The Good: Good vocals
The Bad: Short, All the best songs are on compilations, Overproduced
The Basics: A very average c.d., Wildest Dreams is a flop for Tina Turner which is more mediocre than actually terrible.
One of the reasons I listen to an album at least eight times before I review it is that replayability is a big factor in whether an album hold up over the years. If I can't stand an album after the third listen, it is hard to call it timeless. Conversely, while one's appreciation for the depth of an album may increase over multiple listens, the initial impact of an album only happens on the first listen. But impact can be the flash that blinds a novice reviewer to a lack of substance behind the sparkle. With Wildest Dreams, the latest c.d. I'm reviewing by Tina Turner, there was no initial sparkle or impact. This was a remarkably mellow work which further replays of the album only made the initial impression less distinct.
Wildest Dreams has the impact of mood music or background music in a restaurant. After a few minutes, the ambiance it helped establish fades and you're left with the conversation you're having with your dinner companion; you stop noticing the music and it leaves little in the way of a distinct impression. Wildest Dreams is hardly wild, it is sedate, fairly indistinct and when it is forceful in any noticeable way, it is overproduced, as evidenced by the opening drums of the hidden song on track 13 (the reprise of "Something Beautiful Remains"). And the best songs on this album are on Turner's superior compilation, which makes it easy to not recommend this album.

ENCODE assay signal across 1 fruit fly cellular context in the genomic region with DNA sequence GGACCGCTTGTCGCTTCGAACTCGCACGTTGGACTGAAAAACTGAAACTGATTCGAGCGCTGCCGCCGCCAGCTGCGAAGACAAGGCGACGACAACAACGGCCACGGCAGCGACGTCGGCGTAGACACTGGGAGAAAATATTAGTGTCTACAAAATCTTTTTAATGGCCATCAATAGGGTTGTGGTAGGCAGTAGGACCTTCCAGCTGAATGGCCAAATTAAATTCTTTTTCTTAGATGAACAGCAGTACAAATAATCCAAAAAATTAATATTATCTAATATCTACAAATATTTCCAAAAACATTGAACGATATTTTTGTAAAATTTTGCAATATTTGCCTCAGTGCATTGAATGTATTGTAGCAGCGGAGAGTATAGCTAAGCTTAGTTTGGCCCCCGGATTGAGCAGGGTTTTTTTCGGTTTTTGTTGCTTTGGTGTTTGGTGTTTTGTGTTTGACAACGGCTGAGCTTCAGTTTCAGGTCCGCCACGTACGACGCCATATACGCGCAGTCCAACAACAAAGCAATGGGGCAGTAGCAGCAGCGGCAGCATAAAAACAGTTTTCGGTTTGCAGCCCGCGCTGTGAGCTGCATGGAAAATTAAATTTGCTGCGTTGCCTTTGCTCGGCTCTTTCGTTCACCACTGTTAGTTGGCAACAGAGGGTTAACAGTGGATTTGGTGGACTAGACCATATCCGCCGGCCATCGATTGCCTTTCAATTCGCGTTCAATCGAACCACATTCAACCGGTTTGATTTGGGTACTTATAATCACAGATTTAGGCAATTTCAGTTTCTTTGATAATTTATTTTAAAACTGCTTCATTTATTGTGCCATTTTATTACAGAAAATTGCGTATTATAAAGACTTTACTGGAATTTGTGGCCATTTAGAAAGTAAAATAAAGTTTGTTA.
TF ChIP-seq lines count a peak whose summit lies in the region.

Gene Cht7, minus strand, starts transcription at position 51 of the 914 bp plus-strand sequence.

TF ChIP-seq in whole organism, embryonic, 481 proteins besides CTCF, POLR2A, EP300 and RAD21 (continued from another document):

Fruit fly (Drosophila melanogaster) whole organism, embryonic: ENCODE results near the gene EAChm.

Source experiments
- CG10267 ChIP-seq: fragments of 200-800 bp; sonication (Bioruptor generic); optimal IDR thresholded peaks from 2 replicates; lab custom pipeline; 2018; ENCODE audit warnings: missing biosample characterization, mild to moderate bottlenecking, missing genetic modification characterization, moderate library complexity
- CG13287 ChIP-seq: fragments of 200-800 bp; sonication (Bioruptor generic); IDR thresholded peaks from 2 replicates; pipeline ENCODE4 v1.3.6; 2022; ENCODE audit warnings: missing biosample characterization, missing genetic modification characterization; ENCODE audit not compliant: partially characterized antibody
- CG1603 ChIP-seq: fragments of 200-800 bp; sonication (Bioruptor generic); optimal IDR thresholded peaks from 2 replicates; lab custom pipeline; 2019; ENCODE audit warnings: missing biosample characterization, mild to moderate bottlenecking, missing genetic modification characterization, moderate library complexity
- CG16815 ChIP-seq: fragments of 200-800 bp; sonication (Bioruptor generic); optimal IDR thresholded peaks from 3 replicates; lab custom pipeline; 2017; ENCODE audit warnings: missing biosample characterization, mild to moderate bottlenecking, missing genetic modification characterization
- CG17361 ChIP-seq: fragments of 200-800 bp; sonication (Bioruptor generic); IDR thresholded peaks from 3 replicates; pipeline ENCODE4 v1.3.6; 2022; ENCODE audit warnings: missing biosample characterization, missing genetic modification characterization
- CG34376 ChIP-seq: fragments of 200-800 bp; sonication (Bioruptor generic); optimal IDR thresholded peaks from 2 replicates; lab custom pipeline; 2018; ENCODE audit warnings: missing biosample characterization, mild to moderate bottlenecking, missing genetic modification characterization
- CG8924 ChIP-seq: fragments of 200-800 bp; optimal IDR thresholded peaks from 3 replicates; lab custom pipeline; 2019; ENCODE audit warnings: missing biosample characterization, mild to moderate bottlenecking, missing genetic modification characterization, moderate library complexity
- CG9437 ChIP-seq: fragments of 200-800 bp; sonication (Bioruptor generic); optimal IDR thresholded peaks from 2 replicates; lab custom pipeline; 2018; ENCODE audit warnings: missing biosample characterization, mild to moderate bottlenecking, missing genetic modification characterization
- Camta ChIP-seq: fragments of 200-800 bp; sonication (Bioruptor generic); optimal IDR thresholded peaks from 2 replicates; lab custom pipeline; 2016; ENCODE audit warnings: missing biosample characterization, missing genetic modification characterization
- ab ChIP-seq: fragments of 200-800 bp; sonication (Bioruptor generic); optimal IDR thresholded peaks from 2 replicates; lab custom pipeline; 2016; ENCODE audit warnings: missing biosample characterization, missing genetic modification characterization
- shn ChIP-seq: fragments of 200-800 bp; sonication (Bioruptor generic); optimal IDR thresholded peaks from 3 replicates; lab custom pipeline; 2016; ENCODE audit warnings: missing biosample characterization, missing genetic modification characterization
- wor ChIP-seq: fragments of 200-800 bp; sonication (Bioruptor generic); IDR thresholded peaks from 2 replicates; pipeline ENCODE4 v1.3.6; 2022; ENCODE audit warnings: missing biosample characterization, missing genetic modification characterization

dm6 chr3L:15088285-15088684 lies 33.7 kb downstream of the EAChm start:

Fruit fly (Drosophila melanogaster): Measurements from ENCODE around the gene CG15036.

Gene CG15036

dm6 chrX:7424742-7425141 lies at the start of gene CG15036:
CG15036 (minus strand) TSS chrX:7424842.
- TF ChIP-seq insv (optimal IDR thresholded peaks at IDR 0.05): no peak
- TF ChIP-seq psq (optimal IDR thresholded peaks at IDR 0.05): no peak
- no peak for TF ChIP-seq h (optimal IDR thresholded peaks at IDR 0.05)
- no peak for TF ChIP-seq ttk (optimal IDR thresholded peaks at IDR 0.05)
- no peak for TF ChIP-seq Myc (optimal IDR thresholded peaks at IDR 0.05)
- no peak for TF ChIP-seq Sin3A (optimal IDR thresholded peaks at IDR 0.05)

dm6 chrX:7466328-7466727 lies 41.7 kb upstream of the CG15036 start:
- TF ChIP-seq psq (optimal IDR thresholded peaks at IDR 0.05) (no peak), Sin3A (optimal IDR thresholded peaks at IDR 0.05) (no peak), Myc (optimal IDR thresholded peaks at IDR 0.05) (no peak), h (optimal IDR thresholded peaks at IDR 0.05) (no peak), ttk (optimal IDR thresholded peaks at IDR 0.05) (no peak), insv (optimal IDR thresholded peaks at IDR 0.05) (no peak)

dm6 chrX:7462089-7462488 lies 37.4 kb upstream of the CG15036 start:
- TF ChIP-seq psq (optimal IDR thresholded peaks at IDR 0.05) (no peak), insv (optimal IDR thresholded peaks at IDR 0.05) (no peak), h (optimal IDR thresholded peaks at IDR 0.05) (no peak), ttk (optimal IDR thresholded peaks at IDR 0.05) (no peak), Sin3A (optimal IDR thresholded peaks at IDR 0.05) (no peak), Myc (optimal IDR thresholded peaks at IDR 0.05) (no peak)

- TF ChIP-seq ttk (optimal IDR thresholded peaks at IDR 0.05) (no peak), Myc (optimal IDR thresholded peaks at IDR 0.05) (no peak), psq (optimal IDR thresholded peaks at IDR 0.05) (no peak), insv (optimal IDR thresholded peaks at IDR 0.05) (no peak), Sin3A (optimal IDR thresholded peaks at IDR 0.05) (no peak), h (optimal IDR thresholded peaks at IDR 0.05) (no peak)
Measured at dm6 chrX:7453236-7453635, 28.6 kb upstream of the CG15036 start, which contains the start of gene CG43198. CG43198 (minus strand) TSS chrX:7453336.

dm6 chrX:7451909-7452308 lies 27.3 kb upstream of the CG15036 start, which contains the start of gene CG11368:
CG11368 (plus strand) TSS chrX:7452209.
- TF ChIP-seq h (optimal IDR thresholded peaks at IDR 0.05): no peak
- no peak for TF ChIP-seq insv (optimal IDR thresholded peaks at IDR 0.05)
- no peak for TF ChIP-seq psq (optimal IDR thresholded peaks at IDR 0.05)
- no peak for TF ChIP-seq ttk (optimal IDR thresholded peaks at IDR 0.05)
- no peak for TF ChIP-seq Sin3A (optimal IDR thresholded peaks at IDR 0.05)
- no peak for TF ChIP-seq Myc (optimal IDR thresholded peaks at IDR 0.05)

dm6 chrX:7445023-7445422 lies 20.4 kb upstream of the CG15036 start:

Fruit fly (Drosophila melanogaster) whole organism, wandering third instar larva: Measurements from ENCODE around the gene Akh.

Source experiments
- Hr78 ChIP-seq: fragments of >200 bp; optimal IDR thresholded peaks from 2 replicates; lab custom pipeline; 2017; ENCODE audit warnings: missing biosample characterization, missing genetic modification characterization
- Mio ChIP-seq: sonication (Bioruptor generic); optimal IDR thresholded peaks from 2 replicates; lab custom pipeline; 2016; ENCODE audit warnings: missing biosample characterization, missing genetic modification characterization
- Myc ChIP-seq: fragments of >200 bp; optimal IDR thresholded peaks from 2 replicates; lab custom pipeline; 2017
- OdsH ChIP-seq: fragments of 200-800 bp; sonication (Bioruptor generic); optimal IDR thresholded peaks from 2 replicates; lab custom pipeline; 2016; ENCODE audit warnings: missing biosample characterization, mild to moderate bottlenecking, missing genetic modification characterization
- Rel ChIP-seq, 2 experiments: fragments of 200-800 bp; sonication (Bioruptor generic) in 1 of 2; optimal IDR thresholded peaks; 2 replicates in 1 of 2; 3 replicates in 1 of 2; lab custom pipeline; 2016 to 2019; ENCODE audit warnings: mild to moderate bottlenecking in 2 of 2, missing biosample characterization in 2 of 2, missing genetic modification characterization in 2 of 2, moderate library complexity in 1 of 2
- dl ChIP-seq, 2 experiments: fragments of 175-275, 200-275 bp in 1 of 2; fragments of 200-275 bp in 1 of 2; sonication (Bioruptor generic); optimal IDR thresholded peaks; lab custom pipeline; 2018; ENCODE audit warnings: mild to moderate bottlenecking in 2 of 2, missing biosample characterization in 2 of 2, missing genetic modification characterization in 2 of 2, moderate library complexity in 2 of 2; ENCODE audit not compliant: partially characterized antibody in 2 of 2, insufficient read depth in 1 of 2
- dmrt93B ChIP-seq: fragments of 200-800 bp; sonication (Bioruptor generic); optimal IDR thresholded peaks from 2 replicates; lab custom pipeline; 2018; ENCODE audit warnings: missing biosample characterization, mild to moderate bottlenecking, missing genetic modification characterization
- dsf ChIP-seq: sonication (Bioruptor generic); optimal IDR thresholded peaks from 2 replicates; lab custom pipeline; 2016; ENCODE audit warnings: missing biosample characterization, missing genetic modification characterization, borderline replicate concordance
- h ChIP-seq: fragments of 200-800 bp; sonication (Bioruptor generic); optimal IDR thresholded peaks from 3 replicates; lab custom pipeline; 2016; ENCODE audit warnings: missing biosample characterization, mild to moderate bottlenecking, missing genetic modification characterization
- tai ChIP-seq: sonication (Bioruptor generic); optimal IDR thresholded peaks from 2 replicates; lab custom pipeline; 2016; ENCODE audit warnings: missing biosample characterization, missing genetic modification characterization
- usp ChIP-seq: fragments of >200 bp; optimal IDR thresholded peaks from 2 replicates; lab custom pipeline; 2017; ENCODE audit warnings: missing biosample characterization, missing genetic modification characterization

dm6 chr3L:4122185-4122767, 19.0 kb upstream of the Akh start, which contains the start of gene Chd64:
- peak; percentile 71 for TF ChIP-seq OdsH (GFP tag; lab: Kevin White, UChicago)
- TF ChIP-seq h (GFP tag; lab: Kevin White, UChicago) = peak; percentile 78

With fourteen songs on thirteen tracks, occupying 69:26, Wildest Dreams feels shorter than it actually is, largely because the songs start to blend together after "Something Beautiful Remains." The album is very much a typical Tina Turner album in that she appears on it as a performer only, not as an artist. As such, she provides the lead vocals on each and every song. However, Tina Turner did not write any of the songs, play any of the instruments, nor did she produce any of the songs. She is, however, credited as a co-executive producer on the album. Given how popular and influential Turner was by this point, it is hard to imagine the ultimate sound is anything but what she wanted it to be.